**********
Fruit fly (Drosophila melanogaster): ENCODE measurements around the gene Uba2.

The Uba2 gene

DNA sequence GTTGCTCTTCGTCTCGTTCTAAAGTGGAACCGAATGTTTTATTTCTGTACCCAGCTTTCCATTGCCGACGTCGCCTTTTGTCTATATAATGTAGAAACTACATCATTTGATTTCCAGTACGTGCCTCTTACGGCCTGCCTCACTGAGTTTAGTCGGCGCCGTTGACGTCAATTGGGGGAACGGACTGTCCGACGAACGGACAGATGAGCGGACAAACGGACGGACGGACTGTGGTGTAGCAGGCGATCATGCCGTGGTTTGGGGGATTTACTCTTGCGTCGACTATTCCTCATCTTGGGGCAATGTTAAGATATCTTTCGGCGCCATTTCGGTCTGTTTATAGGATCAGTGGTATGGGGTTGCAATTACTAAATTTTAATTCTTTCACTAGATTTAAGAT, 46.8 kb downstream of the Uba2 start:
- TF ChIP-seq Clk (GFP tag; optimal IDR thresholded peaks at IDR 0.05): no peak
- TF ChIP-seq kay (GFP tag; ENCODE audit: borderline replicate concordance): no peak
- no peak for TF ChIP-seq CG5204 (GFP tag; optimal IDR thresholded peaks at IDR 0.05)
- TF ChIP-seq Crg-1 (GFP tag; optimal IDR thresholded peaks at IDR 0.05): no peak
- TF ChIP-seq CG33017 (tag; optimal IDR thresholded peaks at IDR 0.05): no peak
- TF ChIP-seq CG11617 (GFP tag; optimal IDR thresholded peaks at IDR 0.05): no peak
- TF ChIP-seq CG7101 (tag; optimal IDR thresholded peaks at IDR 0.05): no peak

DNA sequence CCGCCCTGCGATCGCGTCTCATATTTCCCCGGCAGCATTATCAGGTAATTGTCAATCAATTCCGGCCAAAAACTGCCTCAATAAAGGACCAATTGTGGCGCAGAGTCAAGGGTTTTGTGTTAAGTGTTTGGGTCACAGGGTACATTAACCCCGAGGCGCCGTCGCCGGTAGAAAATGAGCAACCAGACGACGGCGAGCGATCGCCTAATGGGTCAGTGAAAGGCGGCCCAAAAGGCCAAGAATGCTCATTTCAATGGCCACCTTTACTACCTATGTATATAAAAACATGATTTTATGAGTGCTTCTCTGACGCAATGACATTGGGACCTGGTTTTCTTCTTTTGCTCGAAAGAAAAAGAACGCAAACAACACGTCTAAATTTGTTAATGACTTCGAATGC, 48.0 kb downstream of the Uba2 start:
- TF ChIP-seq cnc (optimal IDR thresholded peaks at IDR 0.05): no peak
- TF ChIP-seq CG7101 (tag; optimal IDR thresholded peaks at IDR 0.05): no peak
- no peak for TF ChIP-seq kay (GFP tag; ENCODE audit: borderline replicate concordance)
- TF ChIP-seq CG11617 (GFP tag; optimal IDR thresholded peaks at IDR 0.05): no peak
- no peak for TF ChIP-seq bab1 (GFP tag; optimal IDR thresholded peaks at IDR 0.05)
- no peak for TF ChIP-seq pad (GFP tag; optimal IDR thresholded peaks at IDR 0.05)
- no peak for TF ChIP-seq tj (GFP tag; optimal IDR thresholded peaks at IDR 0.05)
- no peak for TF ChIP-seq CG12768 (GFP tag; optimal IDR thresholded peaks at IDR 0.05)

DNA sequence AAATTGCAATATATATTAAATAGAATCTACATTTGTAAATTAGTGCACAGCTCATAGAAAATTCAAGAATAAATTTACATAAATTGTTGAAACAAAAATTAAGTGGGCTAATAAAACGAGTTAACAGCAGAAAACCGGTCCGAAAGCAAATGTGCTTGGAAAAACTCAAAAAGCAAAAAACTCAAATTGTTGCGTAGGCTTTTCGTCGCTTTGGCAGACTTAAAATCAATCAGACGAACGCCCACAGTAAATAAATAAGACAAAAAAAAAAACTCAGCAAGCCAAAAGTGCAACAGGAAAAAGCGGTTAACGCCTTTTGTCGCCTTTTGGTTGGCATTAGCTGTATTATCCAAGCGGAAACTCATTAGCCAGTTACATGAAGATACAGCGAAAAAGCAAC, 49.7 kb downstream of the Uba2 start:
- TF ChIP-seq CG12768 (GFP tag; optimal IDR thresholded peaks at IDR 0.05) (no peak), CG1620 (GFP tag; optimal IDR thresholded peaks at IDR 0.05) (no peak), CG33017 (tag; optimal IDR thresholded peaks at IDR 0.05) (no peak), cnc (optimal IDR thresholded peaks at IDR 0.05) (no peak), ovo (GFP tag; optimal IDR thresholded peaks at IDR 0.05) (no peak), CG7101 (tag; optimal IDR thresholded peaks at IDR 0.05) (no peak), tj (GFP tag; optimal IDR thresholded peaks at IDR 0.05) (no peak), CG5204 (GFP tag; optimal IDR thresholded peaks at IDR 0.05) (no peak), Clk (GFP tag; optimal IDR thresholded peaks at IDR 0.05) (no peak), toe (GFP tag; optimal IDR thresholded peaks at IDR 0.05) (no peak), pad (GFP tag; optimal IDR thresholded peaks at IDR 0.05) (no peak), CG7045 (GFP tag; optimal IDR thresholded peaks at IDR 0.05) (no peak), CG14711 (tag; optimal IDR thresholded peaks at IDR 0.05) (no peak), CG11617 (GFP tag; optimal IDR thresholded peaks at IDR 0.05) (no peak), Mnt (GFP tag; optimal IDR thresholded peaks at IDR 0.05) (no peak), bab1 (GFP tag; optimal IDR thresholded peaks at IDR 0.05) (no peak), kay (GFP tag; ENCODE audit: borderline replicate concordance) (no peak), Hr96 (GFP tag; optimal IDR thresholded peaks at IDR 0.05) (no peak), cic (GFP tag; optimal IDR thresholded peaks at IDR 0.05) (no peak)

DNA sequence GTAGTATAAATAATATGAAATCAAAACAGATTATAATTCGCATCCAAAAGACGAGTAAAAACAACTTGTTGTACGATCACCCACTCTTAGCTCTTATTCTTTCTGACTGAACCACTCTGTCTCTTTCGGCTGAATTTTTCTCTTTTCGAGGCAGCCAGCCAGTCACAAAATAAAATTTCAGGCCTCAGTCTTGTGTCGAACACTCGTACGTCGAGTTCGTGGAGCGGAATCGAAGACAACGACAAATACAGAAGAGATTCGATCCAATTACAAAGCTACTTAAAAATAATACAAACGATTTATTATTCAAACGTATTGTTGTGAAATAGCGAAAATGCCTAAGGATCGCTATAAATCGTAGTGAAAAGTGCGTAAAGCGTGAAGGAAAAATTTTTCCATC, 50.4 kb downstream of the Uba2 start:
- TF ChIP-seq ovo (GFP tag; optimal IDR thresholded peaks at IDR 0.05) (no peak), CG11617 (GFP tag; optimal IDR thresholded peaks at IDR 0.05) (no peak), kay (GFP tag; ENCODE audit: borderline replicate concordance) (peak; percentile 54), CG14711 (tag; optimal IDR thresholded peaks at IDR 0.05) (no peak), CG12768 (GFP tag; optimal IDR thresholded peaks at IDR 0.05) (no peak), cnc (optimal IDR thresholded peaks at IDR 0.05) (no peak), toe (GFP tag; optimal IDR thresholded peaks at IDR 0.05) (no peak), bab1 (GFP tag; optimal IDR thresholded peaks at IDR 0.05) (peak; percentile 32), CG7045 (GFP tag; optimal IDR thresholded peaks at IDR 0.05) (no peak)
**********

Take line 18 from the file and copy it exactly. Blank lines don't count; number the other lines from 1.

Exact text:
- no peak for TF ChIP-seq tj (GFP tag; optimal IDR thresholded peaks at IDR 0.05)